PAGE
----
The Citizens Association of Burleith is troubled by many effects students have on the area, but noise is the most frequent complaint. Second District police report most calls concerning Georgetown and its students are noise related.

In response to a series of loud weekend parties last spring, the association created the Noise Committee of Burleith, led by Dr. Alan Stone, a resident.

Stone, 42, a physician at George Washington University Hospital, has lived in the community 12 years. He said he and his family often have been kept up nights by noise from students and their stereos.

The noise committee, formed to seek organized solutions to the problem, "is exploring all solutions," Stone said, "starting first with better communications with students and moving at last resort to legal measures, such as taking noise-level readings and persuading real estate firms to enact stiffer conduct rules on renters."

He noted the District's 1977 Noise Control Act, which fines offenders causing noise levels of more than 55 decibels (normal conversational level) by day, "is difficult to enforce. You need a qualified meter reader, and the police don't have time for this."

The committee also has sent petitions to District officials to call their attention to the noise problems, he said.

Smith said students in the area should be more considerate. "A lot of older people here are intimidated by houses full of students," she said. "They won't say anything, but it's real agony for them."

Many students are aware of the community frustration. Meg Von Mehren, a sophomore living in Burleith, said, "Students are going to have to realize life isn't one big party. But the students want their life, and they don't want to change."

Schuerman said, "Kids have a tendency to blow it off, and they think the complaints come from a bunch of people who don't like young people. Actually, most of the complaints come from young professionals who understand the students very well."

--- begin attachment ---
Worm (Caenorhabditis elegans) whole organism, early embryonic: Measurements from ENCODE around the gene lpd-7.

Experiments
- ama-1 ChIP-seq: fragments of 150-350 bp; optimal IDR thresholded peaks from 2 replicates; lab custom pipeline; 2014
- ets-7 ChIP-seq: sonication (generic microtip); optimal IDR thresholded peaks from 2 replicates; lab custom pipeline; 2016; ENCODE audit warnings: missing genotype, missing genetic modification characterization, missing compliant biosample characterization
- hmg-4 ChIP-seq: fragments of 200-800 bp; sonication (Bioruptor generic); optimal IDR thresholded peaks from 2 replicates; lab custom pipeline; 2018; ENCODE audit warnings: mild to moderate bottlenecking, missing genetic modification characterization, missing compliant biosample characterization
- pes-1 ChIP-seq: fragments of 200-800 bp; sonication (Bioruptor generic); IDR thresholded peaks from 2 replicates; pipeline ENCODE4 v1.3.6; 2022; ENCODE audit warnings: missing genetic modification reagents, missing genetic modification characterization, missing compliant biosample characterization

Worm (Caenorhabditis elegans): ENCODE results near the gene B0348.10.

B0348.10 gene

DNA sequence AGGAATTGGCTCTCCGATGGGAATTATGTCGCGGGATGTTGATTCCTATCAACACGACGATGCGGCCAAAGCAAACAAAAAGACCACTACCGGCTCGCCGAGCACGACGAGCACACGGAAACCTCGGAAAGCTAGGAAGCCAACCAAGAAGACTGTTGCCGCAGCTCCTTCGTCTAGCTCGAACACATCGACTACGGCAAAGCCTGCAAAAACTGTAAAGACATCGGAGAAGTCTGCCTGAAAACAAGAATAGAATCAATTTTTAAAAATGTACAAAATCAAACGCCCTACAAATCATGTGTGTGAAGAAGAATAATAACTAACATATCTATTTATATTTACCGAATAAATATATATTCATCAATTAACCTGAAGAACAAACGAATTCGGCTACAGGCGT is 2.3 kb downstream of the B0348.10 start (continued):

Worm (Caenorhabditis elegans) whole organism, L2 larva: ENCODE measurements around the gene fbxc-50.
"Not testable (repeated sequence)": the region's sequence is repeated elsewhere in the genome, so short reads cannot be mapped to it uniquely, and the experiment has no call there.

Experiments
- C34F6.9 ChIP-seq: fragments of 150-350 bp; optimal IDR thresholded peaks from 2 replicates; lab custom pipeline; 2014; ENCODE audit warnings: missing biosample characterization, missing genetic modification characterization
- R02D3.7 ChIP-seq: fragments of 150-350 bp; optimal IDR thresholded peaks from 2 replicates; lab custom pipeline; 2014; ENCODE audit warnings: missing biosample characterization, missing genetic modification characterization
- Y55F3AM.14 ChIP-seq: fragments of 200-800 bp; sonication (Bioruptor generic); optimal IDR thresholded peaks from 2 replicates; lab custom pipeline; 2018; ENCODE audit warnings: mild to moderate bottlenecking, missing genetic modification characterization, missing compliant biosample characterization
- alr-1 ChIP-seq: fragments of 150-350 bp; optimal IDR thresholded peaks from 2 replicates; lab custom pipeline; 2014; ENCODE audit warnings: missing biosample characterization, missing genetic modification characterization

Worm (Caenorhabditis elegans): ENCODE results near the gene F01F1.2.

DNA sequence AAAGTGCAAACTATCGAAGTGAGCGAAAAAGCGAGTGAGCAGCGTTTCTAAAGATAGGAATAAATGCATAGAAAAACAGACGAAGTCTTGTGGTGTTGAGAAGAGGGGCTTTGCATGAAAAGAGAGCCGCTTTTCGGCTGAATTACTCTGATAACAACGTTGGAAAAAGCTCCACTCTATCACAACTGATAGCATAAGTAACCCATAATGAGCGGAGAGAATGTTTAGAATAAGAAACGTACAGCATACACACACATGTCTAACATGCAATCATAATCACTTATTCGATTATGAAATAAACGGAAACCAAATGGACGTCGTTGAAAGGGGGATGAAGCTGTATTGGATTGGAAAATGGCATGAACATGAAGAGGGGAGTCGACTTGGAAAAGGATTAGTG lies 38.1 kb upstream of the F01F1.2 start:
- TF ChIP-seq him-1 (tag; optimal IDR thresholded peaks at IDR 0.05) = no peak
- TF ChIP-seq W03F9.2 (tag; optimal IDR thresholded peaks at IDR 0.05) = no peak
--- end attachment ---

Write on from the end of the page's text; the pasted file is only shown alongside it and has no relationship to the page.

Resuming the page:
Some students are as frustrated by the friction as the Burleith residents. "Of course, if we were normal people, we wouldn't be treated like that," said Anne Chidlow, a junior. "You don't judge new neighbors badly because old ones were terrible. There is a lack of communications."

Drapeau said, "If you live next door to a university, you're going to have to expect students and their characteristics. You have to sympathize because sometimes we don't realize what we're doing."

Now that it is spring, stereos will be sending music out student windows and new tensions in Burleith are predictable. Stone said he hopes, however, there will be better communication. He wants students to join his association, so their views will be included.

On the positive side, he said, a particularly noisy house of students on S Street invited neighbors to complain if a recent party became too loud.

"Typically, it did," Stone said. "I called them after midnight and politely asked them to tone it down. Within a half hour, this time, the party was quiet."

The university administration also is attempting to ease the tension. To relieve the inadequate student housing, Georgetown is building a new housing complex, called Village B, on 37th Street NW and the Nevils building, a classroom and office facility, is being converted to a dormitory.